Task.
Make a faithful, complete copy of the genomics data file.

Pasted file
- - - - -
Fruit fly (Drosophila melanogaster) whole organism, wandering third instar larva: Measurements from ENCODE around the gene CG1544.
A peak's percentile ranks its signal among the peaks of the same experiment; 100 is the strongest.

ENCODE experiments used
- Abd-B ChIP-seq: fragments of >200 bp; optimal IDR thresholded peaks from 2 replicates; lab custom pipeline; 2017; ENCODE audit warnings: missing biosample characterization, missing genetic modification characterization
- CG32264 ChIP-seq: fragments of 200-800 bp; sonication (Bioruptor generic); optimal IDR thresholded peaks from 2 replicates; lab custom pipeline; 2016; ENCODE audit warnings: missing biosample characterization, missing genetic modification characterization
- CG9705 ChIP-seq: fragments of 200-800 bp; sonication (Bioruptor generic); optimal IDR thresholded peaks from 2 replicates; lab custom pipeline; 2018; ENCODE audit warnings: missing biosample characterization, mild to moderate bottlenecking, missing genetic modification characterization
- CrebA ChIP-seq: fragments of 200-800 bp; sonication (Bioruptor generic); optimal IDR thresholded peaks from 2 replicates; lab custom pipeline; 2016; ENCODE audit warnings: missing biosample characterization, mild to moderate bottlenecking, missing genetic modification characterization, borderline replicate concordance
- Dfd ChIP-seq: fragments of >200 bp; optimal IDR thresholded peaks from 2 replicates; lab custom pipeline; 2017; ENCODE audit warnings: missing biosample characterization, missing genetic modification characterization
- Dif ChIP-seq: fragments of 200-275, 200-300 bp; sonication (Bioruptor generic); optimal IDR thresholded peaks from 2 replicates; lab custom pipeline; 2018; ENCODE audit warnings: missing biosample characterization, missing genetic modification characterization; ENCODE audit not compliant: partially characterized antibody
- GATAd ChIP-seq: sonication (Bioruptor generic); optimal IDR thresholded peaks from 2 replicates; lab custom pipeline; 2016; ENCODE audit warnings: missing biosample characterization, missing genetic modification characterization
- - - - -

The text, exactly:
Fruit fly (Drosophila melanogaster) whole organism, wandering third instar larva: Measurements from ENCODE around the gene CG1544.
A peak's percentile ranks its signal among the peaks of the same experiment; 100 is the strongest.

ENCODE experiments used
- Abd-B ChIP-seq: fragments of >200 bp; optimal IDR thresholded peaks from 2 replicates; lab custom pipeline; 2017; ENCODE audit warnings: missing biosample characterization, missing genetic modification characterization
- CG32264 ChIP-seq: fragments of 200-800 bp; sonication (Bioruptor generic); optimal IDR thresholded peaks from 2 replicates; lab custom pipeline; 2016; ENCODE audit warnings: missing biosample characterization, missing genetic modification characterization
- CG9705 ChIP-seq: fragments of 200-800 bp; sonication (Bioruptor generic); optimal IDR thresholded peaks from 2 replicates; lab custom pipeline; 2018; ENCODE audit warnings: missing biosample characterization, mild to moderate bottlenecking, missing genetic modification characterization
- CrebA ChIP-seq: fragments of 200-800 bp; sonication (Bioruptor generic); optimal IDR thresholded peaks from 2 replicates; lab custom pipeline; 2016; ENCODE audit warnings: missing biosample characterization, mild to moderate bottlenecking, missing genetic modification characterization, borderline replicate concordance
- Dfd ChIP-seq: fragments of >200 bp; optimal IDR thresholded peaks from 2 replicates; lab custom pipeline; 2017; ENCODE audit warnings: missing biosample characterization, missing genetic modification characterization
- Dif ChIP-seq: fragments of 200-275, 200-300 bp; sonication (Bioruptor generic); optimal IDR thresholded peaks from 2 replicates; lab custom pipeline; 2018; ENCODE audit warnings: missing biosample characterization, missing genetic modification characterization; ENCODE audit not compliant: partially characterized antibody
- GATAd ChIP-seq: sonication (Bioruptor generic); optimal IDR thresholded peaks from 2 replicates; lab custom pipeline; 2016; ENCODE audit warnings: missing biosample characterization, missing genetic modification characterization